As you exercise more and more, and change up the workouts to induce what Horton calls muscle confusion. “You’ll notice the periods of soreness can be longer or shorter depending on just how different or intense the workout is, compared to what your muscles are used to,” he says.
Skeletal muscles are highly dynamic tissues that adapt to cope with the increased movement and metabolic demands of exercise. So, they can handle it, even if it hurts to get out of bed the next morning.
Our bodies do a good job at telling us when something requires TLC. And when it comes to a possible exercise-induced injury, there are a few telltale signs that take the guesswork out of the equation (or pain for that matter).
The D in DOMS stands for “delayed,” meaning the soreness doesn’t occur right away; you usually start feeling it the next day. “You can tell the difference between DOMS and a legitimate injury, like when you pull a muscle and the pain is immediate, it’s sharp, and it doesn’t go away after a few days,” says Horton. Simply put, there’s a difference between the hurt-so-good pain you feel after a workout with soreness peaking hours after training, versus pain occurring immediately and long-lasting.
“If an injury is the case, you should STOP all activity and get it checked out, or at least give it plenty of time to heal,” he advises.
“Pain is telling you something so don’t ignore it,” he says. Again, it’s best to stop all physical activity immediately. “Don’t try to be a tough guy or gal and finish your workout; Putting pressure on an injury is only going to make it worse and take you out for a longer period of time,” says Horton. Raise your hand if you’ve done this exact thing in the past!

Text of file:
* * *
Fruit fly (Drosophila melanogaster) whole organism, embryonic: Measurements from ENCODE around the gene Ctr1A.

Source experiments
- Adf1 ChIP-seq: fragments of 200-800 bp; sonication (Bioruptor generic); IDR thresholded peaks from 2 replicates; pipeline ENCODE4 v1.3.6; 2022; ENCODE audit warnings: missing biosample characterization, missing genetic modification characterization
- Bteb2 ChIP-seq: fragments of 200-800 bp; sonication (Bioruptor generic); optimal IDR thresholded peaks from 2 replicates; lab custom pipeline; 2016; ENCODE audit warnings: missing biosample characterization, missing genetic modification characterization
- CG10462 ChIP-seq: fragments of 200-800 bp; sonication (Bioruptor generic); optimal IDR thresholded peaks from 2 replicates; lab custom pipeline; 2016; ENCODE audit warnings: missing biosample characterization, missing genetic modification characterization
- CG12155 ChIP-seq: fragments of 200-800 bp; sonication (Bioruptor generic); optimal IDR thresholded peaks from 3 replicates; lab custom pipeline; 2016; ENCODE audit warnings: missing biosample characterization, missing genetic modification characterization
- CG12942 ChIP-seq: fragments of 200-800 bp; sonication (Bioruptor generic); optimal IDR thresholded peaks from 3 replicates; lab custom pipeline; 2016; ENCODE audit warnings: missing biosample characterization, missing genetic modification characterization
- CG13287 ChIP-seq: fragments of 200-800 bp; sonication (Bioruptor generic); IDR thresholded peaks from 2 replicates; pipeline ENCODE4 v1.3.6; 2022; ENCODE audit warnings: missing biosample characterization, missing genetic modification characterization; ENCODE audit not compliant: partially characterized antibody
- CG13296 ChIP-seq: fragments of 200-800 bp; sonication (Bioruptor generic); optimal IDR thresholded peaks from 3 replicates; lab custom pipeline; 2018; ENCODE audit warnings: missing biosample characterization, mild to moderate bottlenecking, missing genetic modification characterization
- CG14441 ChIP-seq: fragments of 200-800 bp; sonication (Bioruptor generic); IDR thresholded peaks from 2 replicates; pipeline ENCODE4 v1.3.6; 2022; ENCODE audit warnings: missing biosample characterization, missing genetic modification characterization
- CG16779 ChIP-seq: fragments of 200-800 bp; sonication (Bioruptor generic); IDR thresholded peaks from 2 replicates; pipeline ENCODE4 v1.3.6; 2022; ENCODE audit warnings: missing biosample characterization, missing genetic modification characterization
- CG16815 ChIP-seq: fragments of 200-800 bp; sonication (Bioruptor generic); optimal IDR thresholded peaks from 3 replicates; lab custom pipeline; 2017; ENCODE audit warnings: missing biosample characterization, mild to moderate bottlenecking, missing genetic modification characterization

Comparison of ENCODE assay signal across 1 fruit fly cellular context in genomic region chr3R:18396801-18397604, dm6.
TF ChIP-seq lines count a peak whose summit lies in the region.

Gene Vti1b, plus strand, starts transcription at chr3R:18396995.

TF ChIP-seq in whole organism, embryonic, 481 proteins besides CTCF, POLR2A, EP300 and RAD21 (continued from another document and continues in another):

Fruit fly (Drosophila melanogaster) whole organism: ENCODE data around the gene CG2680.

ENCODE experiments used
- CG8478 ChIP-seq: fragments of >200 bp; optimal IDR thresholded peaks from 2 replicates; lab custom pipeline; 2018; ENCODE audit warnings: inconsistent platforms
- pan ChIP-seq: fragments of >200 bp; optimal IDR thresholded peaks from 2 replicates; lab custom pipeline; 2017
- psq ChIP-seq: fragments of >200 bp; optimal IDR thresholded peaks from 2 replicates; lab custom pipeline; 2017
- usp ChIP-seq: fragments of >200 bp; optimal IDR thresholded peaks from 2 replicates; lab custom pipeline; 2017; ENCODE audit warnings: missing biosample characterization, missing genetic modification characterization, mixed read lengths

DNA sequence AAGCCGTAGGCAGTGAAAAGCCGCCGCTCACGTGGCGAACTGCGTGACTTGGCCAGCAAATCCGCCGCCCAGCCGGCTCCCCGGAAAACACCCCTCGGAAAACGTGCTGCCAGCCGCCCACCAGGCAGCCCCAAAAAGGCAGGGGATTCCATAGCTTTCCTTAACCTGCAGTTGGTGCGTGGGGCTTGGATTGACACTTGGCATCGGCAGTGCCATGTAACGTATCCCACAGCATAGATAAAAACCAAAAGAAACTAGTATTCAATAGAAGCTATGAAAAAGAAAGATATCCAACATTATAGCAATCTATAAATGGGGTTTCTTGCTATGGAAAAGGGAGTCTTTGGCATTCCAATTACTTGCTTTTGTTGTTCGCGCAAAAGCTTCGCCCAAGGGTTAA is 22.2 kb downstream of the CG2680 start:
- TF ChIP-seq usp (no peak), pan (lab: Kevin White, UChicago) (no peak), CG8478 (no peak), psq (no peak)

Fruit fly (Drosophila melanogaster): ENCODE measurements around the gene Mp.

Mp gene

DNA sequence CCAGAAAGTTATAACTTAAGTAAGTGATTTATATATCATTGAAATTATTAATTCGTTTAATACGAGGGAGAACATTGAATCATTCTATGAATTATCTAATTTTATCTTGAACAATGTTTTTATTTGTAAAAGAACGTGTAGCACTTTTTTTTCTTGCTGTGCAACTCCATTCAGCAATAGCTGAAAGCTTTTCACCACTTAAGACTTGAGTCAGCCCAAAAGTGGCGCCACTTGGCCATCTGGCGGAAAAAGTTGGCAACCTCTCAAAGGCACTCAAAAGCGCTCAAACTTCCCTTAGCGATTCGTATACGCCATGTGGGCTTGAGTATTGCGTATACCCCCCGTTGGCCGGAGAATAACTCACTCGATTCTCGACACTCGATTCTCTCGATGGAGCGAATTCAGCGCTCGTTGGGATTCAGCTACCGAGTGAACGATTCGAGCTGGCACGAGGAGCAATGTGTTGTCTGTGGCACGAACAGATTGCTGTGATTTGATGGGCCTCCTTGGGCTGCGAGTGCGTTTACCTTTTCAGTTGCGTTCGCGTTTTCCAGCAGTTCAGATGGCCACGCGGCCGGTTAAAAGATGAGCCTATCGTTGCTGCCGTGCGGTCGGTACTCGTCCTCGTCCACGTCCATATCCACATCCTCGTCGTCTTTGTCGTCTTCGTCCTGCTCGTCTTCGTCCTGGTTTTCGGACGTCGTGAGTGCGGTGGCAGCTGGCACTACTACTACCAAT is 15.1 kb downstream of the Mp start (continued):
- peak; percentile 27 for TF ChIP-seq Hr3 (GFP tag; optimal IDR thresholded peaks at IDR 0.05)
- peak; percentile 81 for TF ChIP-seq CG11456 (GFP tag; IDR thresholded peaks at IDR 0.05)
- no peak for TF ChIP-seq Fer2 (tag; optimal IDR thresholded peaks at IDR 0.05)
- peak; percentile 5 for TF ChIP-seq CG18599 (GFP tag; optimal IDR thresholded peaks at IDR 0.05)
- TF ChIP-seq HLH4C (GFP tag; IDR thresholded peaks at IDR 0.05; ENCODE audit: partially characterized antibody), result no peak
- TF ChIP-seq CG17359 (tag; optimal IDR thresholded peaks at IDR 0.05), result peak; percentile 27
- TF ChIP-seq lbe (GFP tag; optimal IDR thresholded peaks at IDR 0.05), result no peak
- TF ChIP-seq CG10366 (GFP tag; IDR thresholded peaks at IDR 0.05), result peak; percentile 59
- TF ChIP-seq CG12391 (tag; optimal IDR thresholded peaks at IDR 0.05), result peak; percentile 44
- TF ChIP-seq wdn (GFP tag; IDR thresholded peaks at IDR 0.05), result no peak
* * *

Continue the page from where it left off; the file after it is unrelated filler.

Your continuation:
The No. 1 thing Horton tells people is to listen to their bodies, if something doesn’t feel right, stop doing it. “Beyond that, if injured, use ice to reduce the swelling and inflammation, and rest so your muscle(s) can heal,” Horton explains.
And if the pain persists, go get it checked out by a specialist. “Don’t let it go on for more than a couple of days if you sense this could be something serious,” he says. It’s better to be safe than sorry, and better to take some time off and heal versus pushing it in the gym and having to take more time off down the road.
Stretching before and after workouts and then pampering your muscle between workouts with modalities such as massage, will increase blood flow to muscle groups and aid in the recovery of torn muscle tissue.
Beyond that, “Alternating between ice and heat to reduce inflammation and increase circulation, in conjunction with certain natural compounds help accelerate the recovery process.” says Horton. In Horton’s High Impact Protein, he includes an incredible compound called HMB, which helps your muscles better synthesize the protein, as well as help your muscles recover more quickly from physical activity, which reduces your soreness period.
An often-overlooked aspect of muscle soreness is just basic body mechanics: what are you doing when you’re not working out? What’s your posture like? When we’re sitting in front of the computer for hours on end, or standing in line at the grocery store, having good posture keeps our spine healthy, and also reduces the stress on our muscles, ligaments, and joints, which will help limit soreness.